State fines UCLA in fatal lab fire

Sheharbano “Sheri” Sangji lacked proper training, Cal/OSHA found.
(Abbas Nanji)

State regulators on Monday fined UCLA more than $31,000 for three “serious” violations of workplace safety laws in the fatal burning of a staff research assistant in a Dec. 29 chemistry lab fire.

The findings by the California Division of Occupational Safety and Health concluded that Sheharbano “Sheri” Sangji, 23, had not been properly trained and was not wearing protective clothing when an experiment exploded, spreading second- and third-degree burns over 43% of her body. She died 18 days later.

Cal/OSHA also cited UCLA for not addressing deficiencies noted in an internal safety inspection two months before the fatal fire in professor Patrick Harran’s organic chemistry laboratory, including a finding that workers were not wearing lab coats.

The 10-page report, which contained scant detail of the Cal/OSHA investigation, left many questions unanswered about the lab’s protocols, equipment and supervision, said Sangji’s sister, Naveen, a Harvard medical student.

“This report sheds very little light on the incident. Sheri went to work that day and never got the chance to come home,” she said. “She suffered agonizing injuries, and these . . . pages do not explain what happened or how it happened.”

Cal/OSHA officials said the UCLA fine was the largest among seven recent cases involving accidents at academic research labs or those in the chemical and biotechnology industries.

Fines in the six previous cases, which included serious injuries but not fatalities, ranged from $1,200 to $19,135.

“The important point to make here is that these penalties are not designed to compensate for injury or loss of life,” said Dean Fryer, a Cal/OSHA spokesman, explaining that the fines merely address the civil violations of workplace regulations.

As in any accident resulting in death, Fryer said, Cal/OSHA will prepare an additional report to present to the Los Angeles County district attorney for consideration of criminal prosecution. Cal/OSHA as a matter of routine does not contact the district attorney before civil penalties are assessed.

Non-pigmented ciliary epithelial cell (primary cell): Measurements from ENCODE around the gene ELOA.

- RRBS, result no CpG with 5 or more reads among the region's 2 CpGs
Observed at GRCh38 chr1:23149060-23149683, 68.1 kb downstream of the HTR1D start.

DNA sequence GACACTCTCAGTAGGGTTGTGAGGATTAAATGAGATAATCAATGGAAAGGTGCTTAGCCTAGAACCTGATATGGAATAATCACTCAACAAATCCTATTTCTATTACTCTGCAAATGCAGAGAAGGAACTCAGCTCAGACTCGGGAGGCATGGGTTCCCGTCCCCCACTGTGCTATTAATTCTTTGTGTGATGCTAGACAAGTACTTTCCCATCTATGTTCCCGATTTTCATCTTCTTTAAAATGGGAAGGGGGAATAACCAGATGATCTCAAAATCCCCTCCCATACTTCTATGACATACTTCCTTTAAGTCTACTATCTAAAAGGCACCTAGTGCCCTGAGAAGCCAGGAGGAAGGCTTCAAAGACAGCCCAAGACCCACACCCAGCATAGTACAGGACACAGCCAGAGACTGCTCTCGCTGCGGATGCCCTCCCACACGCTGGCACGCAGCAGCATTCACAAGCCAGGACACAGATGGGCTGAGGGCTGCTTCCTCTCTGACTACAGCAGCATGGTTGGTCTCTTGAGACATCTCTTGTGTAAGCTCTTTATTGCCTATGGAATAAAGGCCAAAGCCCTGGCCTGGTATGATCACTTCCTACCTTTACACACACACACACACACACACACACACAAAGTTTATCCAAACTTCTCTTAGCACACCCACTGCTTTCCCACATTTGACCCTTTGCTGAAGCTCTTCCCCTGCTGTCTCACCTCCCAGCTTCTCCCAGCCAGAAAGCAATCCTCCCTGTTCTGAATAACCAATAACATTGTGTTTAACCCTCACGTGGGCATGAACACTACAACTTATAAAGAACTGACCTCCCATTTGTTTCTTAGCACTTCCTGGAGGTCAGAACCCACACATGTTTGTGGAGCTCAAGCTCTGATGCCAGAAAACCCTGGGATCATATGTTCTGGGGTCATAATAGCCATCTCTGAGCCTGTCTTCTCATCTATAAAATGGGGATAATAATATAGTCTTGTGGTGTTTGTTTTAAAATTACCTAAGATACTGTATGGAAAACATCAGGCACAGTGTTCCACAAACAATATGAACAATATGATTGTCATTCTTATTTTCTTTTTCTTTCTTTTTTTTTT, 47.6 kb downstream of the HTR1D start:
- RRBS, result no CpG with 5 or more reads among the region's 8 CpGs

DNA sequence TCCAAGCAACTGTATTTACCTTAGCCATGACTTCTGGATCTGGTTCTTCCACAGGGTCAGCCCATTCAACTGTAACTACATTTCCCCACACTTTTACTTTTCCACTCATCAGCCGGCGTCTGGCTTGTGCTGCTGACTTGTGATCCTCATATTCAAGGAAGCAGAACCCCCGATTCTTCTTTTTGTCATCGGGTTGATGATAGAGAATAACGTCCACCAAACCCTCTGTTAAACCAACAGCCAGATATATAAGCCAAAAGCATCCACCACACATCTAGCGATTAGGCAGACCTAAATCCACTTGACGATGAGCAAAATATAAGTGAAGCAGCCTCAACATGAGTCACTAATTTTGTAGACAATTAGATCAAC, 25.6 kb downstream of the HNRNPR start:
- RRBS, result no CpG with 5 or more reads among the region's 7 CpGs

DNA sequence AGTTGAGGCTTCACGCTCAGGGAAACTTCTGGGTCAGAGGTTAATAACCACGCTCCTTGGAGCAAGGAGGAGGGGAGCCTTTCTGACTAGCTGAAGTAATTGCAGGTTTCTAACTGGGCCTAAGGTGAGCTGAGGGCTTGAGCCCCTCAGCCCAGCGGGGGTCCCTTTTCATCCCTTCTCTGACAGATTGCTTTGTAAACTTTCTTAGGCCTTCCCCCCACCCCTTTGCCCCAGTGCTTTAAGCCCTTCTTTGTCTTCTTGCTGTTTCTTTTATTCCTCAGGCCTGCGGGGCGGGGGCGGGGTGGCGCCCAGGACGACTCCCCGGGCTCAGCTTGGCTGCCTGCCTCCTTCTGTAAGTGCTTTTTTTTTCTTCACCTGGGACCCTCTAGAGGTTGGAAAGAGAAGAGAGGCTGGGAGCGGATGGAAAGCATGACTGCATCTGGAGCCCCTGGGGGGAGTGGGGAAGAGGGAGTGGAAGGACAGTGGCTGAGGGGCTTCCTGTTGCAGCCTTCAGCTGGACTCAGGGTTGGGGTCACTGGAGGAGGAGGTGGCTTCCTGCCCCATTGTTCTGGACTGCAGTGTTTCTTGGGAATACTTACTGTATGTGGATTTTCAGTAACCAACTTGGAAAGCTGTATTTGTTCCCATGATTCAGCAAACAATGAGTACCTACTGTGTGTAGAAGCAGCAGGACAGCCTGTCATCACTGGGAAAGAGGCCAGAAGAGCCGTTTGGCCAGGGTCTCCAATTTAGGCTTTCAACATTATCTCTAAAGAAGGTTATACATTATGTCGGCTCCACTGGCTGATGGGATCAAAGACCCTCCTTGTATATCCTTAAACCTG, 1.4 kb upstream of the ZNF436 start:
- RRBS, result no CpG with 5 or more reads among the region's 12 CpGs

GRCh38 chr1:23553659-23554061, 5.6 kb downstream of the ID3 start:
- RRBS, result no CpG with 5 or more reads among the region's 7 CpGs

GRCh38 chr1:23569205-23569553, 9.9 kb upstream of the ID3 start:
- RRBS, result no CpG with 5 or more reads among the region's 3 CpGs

UCLA officials, who ordered a comprehensive review of lab safety after Sangji died, said they would not appeal the fines.

New measures in place or in the works include increased inspections, a shortened time span for correcting serious violations and the purchase of flame-resistant lab coats.

“Although substantial progress has already been made, we will continue to thoroughly monitor and assess our lab training and safety protocols as an integral component of our daily operations,” Chancellor Gene Block said in a statement. “The Cal/OSHA report will provide critical assistance with these ongoing efforts.”

Sangji was transferring about two ounces of t-butyl lithium from one sealed container to another when a plastic syringe came apart in her hands, splashing her with a chemical compound that ignites instantly when exposed to air.

The resulting flash fire set ablaze her rubber gloves and synthetic sweater.

The $31,875 fine issued Monday included $18,000 for the fact that she wasn’t wearing a lab coat, which might have kept her highly flammable sweater from catching fire.

Serious violations carry a maximum fine of $25,000 and a base penalty of $18,000, which can be increased or reduced based on the circumstances.

Born and raised in Pakistan, Sangji graduated in 2008 from Pomona College in Claremont with plans to become a lawyer. While applying to law schools, she took a $46,000-a-year job in October in a lab run by Harran, a researcher with a rising reputation in organic chemistry.

A former member of the faculty at University of Texas Southwestern Medical Center, he joined the UCLA faculty in July as the first Donald J. Cram Chair in Organic Chemistry, according to his biography on UCLA’s website.

A day after the fire, Harran told a UCLA investigator that a syringe “was the appropriate method” for transferring t-butyl lithium, and that Sangji had been trained how to do it. But Harran did not know when that training occurred and had no record of it, as required by Cal/OSHA and UCLA lab safety standards.

Two months before the fire, an annual safety inspection conducted Oct. 30 uncovered more than two dozen deficiencies in Harran’s four labs, including the one where Sangji worked.

Among other things, inspectors found excessive amounts of flammable liquids, and workers who lacked the required lab coats and other required safety gear, such as rubber gloves and eye protection.

Some of the fixes were made immediately, Harran later told colleagues in e-mails, but others were delayed because the lab was in the process of moving to another floor and was to have been reinspected afterward.

A campus safety official agreed to the delayed reinspection, according to UCLA records reviewed by The Times.

In a statement Monday, Harran said that he and his students “deeply mourn the death of our friend Sheri Sangji,” describing her as exceptionally gifted.

He also said that although it is important to develop a culture of lab safety, the inspection and training records that have garnered scrutiny since Sangji’s death had little relation to the accident.

“Sheri was an experienced chemist and published researcher who exuded confidence and had performed this experiment before in my lab,” he said.

“However, it seems evident, based on mistakes investigators tell us were made that day, I underestimated her understanding of the care necessary when working with such materials.”